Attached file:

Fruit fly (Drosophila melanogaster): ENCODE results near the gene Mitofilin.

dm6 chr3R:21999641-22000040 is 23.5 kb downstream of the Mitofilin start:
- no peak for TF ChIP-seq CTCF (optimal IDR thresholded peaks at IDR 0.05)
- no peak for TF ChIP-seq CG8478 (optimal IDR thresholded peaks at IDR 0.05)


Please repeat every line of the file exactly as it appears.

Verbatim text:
Fruit fly (Drosophila melanogaster): ENCODE results near the gene Mitofilin.

dm6 chr3R:21999641-22000040 is 23.5 kb downstream of the Mitofilin start:
- no peak for TF ChIP-seq CTCF (optimal IDR thresholded peaks at IDR 0.05)
- no peak for TF ChIP-seq CG8478 (optimal IDR thresholded peaks at IDR 0.05)